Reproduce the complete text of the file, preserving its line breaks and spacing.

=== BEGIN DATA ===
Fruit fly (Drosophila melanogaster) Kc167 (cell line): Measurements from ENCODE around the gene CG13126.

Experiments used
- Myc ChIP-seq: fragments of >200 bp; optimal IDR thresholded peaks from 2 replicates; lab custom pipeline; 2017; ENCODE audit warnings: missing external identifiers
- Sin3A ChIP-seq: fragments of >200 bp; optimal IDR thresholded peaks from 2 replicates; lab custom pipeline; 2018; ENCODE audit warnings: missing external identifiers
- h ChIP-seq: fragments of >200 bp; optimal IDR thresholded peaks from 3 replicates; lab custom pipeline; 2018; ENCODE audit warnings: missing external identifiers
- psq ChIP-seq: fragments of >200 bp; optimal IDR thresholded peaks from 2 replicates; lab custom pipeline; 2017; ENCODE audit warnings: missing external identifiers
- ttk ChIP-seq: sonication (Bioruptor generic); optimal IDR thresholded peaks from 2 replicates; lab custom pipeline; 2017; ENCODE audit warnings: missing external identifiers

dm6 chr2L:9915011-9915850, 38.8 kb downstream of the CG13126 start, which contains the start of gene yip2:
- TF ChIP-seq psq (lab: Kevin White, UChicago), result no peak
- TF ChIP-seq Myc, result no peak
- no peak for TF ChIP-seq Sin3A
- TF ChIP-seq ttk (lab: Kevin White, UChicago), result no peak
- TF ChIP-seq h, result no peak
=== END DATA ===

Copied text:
Fruit fly (Drosophila melanogaster) Kc167 (cell line): Measurements from ENCODE around the gene CG13126.

Experiments used
- Myc ChIP-seq: fragments of >200 bp; optimal IDR thresholded peaks from 2 replicates; lab custom pipeline; 2017; ENCODE audit warnings: missing external identifiers
- Sin3A ChIP-seq: fragments of >200 bp; optimal IDR thresholded peaks from 2 replicates; lab custom pipeline; 2018; ENCODE audit warnings: missing external identifiers
- h ChIP-seq: fragments of >200 bp; optimal IDR thresholded peaks from 3 replicates; lab custom pipeline; 2018; ENCODE audit warnings: missing external identifiers
- psq ChIP-seq: fragments of >200 bp; optimal IDR thresholded peaks from 2 replicates; lab custom pipeline; 2017; ENCODE audit warnings: missing external identifiers
- ttk ChIP-seq: sonication (Bioruptor generic); optimal IDR thresholded peaks from 2 replicates; lab custom pipeline; 2017; ENCODE audit warnings: missing external identifiers

dm6 chr2L:9915011-9915850, 38.8 kb downstream of the CG13126 start, which contains the start of gene yip2:
- TF ChIP-seq psq (lab: Kevin White, UChicago), result no peak
- TF ChIP-seq Myc, result no peak
- no peak for TF ChIP-seq Sin3A
- TF ChIP-seq ttk (lab: Kevin White, UChicago), result no peak
- TF ChIP-seq h, result no peak